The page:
The fact that James Cameron would've just given a project of his to Robert Rodriguez sounded too random to have much confidence that "Alita: Battle Angel" could be a great movie. The successive advances also did not convince us too much and for some time we decided not to take very seriously the first opinions about any great Hollywood production because they are practically always positive or directly enthusiastic, as this was the case.
In the end, what one can ask from a movie like ‘Alita: Battle Angel’ was quite simple: good entertainment in a universe with enough interest to compensate for the limitations of his script and a 3D that really brings some value to the film. Come on, what ‘Avatar’ gave us at the time. What we found was an effective hobby but with ups and downs that works better thinking of it as the pilot episode of a series than as a movie.
The first great success of ‘Alita: Battle Angel’ is its protagonist, since Rosa Salazar fills the screen in all her appearances, and we don't say it thinking about the size of her eyes. At first she feared that this detail would affect her interpretation, but the actress manages to adapt perfectly to the needs of her character, from the initial innocence to the limitless bravery of the final stretch.
That allows the viewer to immerse themselves more in a trip that in itself does not contribute much to distinguish it from other similar stories, something in which one cannot avoid thinking several times throughout its two hours of footage. One of the most important aspects for this to happen is that Rodriguez is concerned with giving some depth to the universe that arises, but the thing is not so successful in relation to the characters.[caption id="attachment_17430" align="alignnone" width="2048"] imagen de engadget.com[/caption]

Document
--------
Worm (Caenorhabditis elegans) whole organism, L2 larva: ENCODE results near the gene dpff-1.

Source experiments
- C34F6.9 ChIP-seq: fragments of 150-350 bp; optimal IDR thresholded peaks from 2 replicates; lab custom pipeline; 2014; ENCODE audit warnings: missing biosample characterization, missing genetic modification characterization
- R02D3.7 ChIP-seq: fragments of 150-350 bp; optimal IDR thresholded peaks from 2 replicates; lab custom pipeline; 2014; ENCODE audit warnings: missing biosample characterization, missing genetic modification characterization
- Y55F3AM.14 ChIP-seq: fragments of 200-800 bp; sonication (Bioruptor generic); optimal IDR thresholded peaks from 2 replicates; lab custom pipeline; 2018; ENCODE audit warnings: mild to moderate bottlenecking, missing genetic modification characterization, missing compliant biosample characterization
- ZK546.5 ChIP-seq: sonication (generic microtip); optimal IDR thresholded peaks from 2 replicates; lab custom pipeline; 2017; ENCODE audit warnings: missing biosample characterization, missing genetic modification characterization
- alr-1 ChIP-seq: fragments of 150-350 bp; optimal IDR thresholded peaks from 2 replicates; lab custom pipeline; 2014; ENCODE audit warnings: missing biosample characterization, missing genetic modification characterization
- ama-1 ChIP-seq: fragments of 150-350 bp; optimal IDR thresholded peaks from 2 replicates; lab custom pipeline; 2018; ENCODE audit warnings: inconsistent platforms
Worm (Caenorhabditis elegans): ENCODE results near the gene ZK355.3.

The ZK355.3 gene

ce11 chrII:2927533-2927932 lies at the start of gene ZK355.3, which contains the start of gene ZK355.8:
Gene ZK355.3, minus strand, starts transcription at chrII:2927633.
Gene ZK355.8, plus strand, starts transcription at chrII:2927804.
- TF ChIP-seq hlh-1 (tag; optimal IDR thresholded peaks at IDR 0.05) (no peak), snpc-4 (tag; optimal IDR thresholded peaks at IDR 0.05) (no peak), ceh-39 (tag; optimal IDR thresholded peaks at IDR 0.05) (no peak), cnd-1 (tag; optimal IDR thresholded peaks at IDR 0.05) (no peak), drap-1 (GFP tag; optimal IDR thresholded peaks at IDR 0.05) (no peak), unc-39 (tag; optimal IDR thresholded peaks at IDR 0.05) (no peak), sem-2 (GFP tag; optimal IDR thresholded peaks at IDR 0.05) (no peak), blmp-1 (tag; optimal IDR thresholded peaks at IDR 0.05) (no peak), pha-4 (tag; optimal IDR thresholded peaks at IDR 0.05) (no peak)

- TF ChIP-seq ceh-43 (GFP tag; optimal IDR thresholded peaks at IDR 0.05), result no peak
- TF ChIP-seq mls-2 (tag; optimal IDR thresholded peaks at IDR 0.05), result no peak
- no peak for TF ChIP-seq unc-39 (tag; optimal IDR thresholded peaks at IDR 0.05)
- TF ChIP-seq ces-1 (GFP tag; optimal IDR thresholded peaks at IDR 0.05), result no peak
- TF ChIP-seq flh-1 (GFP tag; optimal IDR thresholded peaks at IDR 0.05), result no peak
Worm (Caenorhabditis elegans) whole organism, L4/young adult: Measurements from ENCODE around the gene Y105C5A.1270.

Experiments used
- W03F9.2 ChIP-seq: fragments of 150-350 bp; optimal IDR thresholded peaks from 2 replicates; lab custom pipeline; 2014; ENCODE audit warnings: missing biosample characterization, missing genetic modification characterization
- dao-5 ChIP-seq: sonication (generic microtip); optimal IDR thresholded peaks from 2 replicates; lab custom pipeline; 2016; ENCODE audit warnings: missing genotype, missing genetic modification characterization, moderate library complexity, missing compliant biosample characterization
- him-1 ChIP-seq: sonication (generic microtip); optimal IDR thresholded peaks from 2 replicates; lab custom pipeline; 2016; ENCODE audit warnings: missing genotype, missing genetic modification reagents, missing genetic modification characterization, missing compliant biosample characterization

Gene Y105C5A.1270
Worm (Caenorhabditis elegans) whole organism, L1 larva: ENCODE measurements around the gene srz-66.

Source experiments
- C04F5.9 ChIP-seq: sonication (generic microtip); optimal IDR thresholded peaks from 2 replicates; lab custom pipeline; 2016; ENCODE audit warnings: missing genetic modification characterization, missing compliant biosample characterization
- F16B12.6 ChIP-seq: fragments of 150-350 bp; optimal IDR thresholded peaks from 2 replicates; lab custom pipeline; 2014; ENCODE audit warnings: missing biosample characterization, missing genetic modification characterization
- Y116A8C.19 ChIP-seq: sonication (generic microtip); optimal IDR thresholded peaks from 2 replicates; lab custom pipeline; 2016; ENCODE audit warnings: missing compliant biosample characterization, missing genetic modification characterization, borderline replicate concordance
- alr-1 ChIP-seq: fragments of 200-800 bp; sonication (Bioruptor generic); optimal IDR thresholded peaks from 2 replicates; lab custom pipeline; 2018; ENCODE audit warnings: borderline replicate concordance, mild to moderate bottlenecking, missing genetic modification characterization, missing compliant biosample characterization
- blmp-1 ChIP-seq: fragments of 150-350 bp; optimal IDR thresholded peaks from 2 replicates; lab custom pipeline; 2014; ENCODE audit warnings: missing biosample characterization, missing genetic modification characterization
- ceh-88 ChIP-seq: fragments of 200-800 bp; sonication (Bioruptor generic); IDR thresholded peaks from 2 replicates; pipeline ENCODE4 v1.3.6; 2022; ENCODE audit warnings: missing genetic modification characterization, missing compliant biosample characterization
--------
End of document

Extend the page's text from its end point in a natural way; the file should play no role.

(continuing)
And Salazar shines and is well supported by a solvent Christoph Waltz, but that changes when it comes to addressing Alita's antagonists. There the film oscillates between the generic, the superficial and the absurd, so it will be better to go in parts. The most annoying thing of it all is the use of Jennifer Connelly and how her character appears here and there randomly to fit the needs of the story, it is also worth noting how badly her character arc is.
Then we have a Mahershala Ali that Rodriguez uses trying to enhance a fearsome presence that never gets to reproduce satisfactorily than to meet the possibility of using his interpretive skills to find his own voice. In addition, it works as an extension of the true villain, that character whose absence removes a lot of brightness to the climax of the film.
Nor should we forget the characters that have fallen in luck to Ed Skrein and Jackie Earle Haley. The first a nuisance without real significance in the story, while the second is imposing less on its successive reappearances, although it does have a very remarkable combat with the protagonist at the visual level, one of the strengths of 'Alita: Battle Angel'.
Rereading these last paragraphs, it'a true that we still might sound too hard with the film by focusing so much on the negative, but that is what prevents ‘Alita: Battle Angel’ from being more than a colorful pastime. It is the failures of his script, co-signed by James Cameron, that prevent Robert Rodriguez from reaching another level.
Particularly, we do not think that its technical invoice has anything revolutionary, but it is remarkable enough to see it in cinemas. In addition, it does not saturate with the use of visual effects although its presence throughout the footage is constant and achieves a fluid rhythm that is only hindered by those problems with the characters that dazzle the set.
Also, the end of the movie feels more like the beginning of something than a true climax. It will work much better if the movie ends up having a sequel as those responsible want, but if it stays on an island it will be more obvious that a complete story has not been told whenever we return to it.
In short, ‘Alita: Battle Angel’ is a good blockbuster and an entertaining movie, but also an incomplete proposal that may never go beyond what is seen here. Its discreet script does not help, but the great work of Rosa Salazar and Rodriguez's solvent staging allow one to at least have a good time with the movie.